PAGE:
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What’s the best way to help your partner when they’re overloaded at work or with life in general? That’s a no-brainer, you might say — it’s by jumping in and taking over chores, or fixing dinner, or bathing the kids. The list is endless. Not so fast, though. What seems perfectly intuitive may actually be off base.
A fairly natural reaction to someone doing you a favor is a general sense of indebtedness. “I owe you one,” you might say as a way of thanks. But there may be even more subtle nuances to a response to a favor. Gary Lewandowski Jr., PhD, writing for Psychology Today, says “Research shows that when we know our partner is helping us out, it can also lower our mood and make us feel more anxious. In part, acknowledging that we need assistance can make us feel inadequate. Now we’re someone who can’t handle life and needs outside help. It can feel like if we were a more capable person we would be able to deal with a stressful week and things around the house without needing anyone to step in and save the day.”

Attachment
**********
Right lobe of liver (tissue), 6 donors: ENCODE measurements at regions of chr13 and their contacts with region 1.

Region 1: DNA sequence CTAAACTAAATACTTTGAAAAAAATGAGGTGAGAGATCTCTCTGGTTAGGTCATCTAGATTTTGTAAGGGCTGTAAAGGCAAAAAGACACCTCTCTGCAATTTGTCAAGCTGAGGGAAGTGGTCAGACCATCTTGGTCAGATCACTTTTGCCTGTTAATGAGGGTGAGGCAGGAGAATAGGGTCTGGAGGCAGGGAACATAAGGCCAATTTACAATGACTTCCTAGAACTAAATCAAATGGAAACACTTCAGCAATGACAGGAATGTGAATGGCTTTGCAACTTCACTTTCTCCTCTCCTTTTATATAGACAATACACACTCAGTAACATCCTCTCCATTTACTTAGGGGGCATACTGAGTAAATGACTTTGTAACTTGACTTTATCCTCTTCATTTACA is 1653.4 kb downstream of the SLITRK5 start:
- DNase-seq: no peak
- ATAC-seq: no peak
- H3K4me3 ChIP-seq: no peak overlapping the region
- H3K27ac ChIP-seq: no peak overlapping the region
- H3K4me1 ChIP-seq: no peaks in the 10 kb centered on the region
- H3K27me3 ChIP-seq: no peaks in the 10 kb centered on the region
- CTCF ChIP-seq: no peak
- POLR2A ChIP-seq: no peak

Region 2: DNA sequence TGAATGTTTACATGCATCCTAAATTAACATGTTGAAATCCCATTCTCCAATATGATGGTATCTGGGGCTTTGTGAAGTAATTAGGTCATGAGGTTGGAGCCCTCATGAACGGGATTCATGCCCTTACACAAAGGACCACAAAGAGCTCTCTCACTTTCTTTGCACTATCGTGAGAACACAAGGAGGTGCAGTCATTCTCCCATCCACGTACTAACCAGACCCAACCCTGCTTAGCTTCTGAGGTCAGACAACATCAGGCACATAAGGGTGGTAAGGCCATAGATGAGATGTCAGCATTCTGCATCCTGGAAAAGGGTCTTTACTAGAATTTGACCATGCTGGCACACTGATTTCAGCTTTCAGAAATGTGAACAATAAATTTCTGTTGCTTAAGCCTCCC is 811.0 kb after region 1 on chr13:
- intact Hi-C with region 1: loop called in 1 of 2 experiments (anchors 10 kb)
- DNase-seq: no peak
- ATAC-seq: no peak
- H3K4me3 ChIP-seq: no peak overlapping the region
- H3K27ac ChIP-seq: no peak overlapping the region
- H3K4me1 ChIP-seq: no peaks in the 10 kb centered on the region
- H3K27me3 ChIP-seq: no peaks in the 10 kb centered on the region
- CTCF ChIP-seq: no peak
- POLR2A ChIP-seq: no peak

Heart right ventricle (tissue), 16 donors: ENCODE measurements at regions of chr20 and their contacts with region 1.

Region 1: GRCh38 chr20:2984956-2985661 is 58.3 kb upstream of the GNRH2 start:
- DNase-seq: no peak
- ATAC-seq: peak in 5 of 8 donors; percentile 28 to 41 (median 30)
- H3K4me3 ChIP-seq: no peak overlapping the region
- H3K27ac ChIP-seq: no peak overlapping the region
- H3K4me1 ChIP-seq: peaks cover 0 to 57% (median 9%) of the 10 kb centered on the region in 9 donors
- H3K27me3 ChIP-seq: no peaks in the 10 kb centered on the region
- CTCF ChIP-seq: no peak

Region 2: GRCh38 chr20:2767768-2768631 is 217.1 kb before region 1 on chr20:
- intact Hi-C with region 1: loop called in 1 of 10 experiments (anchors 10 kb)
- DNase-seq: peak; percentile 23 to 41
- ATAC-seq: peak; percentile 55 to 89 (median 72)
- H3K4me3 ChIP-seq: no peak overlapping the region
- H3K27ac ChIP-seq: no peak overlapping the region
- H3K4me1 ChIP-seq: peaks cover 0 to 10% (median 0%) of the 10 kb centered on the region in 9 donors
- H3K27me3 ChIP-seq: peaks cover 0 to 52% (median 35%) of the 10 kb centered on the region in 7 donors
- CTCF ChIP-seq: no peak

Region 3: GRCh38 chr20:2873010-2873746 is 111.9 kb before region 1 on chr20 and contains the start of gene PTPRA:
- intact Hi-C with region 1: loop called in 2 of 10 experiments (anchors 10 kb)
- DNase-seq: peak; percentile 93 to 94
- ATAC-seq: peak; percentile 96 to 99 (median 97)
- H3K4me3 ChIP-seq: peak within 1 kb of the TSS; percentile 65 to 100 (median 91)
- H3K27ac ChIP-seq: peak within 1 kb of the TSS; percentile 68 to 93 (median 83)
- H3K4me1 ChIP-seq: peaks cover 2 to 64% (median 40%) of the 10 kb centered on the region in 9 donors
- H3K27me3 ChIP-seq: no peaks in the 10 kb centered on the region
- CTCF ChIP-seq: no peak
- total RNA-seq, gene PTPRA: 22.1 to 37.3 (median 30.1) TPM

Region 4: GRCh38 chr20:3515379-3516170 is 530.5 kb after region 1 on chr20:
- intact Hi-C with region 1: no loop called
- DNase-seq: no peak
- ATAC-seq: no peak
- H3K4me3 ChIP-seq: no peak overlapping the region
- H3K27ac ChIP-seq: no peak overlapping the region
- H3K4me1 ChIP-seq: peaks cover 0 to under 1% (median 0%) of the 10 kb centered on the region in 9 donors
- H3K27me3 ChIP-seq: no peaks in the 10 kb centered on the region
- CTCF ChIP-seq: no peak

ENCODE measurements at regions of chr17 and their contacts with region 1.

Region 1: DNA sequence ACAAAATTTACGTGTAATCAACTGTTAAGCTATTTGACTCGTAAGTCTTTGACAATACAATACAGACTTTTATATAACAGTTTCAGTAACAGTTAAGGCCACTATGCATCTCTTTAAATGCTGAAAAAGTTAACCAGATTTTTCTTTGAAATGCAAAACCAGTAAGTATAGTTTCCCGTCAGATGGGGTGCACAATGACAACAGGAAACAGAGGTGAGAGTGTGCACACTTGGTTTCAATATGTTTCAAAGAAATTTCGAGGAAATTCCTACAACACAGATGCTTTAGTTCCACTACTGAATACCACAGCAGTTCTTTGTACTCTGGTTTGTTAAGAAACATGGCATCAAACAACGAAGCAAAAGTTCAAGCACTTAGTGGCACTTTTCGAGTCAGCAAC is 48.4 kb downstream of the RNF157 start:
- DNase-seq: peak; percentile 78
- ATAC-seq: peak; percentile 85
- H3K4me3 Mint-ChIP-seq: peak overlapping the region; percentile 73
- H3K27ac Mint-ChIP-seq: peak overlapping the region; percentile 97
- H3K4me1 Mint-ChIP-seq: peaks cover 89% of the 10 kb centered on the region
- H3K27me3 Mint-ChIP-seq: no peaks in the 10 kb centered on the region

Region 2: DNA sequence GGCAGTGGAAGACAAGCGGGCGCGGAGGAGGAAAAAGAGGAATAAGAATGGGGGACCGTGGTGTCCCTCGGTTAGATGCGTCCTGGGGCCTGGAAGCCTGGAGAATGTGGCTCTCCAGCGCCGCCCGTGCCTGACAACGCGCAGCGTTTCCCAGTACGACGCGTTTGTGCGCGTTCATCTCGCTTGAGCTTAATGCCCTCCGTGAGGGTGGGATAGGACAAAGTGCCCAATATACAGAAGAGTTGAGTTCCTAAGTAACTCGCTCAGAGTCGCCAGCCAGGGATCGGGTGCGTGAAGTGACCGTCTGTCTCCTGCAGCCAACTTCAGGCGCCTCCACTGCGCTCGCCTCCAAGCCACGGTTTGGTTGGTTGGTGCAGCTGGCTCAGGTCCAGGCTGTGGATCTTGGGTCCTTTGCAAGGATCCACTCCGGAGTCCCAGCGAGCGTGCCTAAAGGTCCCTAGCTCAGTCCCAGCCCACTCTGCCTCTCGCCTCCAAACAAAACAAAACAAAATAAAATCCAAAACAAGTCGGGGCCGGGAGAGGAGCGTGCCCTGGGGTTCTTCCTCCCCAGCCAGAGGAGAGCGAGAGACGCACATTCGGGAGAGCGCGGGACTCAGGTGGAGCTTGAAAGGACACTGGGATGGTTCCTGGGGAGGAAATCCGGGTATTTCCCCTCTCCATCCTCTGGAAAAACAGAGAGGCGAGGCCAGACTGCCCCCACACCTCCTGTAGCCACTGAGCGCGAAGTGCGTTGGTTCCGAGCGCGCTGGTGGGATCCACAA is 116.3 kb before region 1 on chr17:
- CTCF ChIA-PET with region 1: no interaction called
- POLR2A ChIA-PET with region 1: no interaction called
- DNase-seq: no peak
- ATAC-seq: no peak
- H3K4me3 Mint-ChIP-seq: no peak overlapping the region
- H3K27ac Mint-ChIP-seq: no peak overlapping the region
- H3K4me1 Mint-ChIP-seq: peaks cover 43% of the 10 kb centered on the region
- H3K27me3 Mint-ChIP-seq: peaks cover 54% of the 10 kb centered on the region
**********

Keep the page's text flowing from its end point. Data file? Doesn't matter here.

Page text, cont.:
The solution? Lighten your partner’s load without letting them know. That same research Lewandowski cites reveals that people have less depression and anxiety when their partner provides “invisible support.” Examples, he says, range from “stifling the urge to correct your partner about something they did wrong,” to “avoiding overscheduling extra activities during your partner’s busy weeks.”
One caveat, though, says Lewandowski. “Both partners need to participate. If only one partner provides invisible support, and the other constantly takes advantage, that’s going to undermine relationship quality.” Which means this whole approach to you relationship begins with an honest and open conversation. See Lewandowski’s full article here.